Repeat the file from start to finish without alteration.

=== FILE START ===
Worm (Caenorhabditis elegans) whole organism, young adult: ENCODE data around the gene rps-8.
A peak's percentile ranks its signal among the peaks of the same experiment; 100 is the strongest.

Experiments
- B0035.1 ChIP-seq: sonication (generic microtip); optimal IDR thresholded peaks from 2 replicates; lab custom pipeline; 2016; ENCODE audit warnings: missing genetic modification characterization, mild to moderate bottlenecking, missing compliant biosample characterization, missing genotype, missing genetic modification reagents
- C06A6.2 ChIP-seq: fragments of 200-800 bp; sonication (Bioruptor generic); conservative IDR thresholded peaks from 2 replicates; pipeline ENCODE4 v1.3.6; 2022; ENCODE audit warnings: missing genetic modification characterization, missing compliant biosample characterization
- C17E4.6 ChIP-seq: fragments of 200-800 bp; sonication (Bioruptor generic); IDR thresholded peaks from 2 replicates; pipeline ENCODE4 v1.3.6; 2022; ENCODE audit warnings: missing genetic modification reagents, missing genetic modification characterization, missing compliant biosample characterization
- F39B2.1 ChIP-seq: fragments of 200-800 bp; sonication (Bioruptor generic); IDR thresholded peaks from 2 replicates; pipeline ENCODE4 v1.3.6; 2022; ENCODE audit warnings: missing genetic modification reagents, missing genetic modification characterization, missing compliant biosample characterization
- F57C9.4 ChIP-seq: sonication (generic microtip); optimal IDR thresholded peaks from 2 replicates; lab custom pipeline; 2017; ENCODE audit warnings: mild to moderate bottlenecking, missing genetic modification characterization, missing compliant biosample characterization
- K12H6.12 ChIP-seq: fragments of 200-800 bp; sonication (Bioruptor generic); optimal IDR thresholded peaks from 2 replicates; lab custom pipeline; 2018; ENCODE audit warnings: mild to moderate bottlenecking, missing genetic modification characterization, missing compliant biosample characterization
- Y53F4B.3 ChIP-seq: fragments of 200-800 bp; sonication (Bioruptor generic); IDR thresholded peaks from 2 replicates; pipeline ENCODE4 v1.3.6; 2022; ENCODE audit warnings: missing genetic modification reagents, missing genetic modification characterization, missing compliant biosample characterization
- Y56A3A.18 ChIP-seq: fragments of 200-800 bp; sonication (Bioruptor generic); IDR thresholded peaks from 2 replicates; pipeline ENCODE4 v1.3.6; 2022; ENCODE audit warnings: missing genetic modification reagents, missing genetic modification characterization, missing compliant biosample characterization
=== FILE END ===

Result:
Worm (Caenorhabditis elegans) whole organism, young adult: ENCODE data around the gene rps-8.
A peak's percentile ranks its signal among the peaks of the same experiment; 100 is the strongest.

Experiments
- B0035.1 ChIP-seq: sonication (generic microtip); optimal IDR thresholded peaks from 2 replicates; lab custom pipeline; 2016; ENCODE audit warnings: missing genetic modification characterization, mild to moderate bottlenecking, missing compliant biosample characterization, missing genotype, missing genetic modification reagents
- C06A6.2 ChIP-seq: fragments of 200-800 bp; sonication (Bioruptor generic); conservative IDR thresholded peaks from 2 replicates; pipeline ENCODE4 v1.3.6; 2022; ENCODE audit warnings: missing genetic modification characterization, missing compliant biosample characterization
- C17E4.6 ChIP-seq: fragments of 200-800 bp; sonication (Bioruptor generic); IDR thresholded peaks from 2 replicates; pipeline ENCODE4 v1.3.6; 2022; ENCODE audit warnings: missing genetic modification reagents, missing genetic modification characterization, missing compliant biosample characterization
- F39B2.1 ChIP-seq: fragments of 200-800 bp; sonication (Bioruptor generic); IDR thresholded peaks from 2 replicates; pipeline ENCODE4 v1.3.6; 2022; ENCODE audit warnings: missing genetic modification reagents, missing genetic modification characterization, missing compliant biosample characterization
- F57C9.4 ChIP-seq: sonication (generic microtip); optimal IDR thresholded peaks from 2 replicates; lab custom pipeline; 2017; ENCODE audit warnings: mild to moderate bottlenecking, missing genetic modification characterization, missing compliant biosample characterization
- K12H6.12 ChIP-seq: fragments of 200-800 bp; sonication (Bioruptor generic); optimal IDR thresholded peaks from 2 replicates; lab custom pipeline; 2018; ENCODE audit warnings: mild to moderate bottlenecking, missing genetic modification characterization, missing compliant biosample characterization
- Y53F4B.3 ChIP-seq: fragments of 200-800 bp; sonication (Bioruptor generic); IDR thresholded peaks from 2 replicates; pipeline ENCODE4 v1.3.6; 2022; ENCODE audit warnings: missing genetic modification reagents, missing genetic modification characterization, missing compliant biosample characterization
- Y56A3A.18 ChIP-seq: fragments of 200-800 bp; sonication (Bioruptor generic); IDR thresholded peaks from 2 replicates; pipeline ENCODE4 v1.3.6; 2022; ENCODE audit warnings: missing genetic modification reagents, missing genetic modification characterization, missing compliant biosample characterization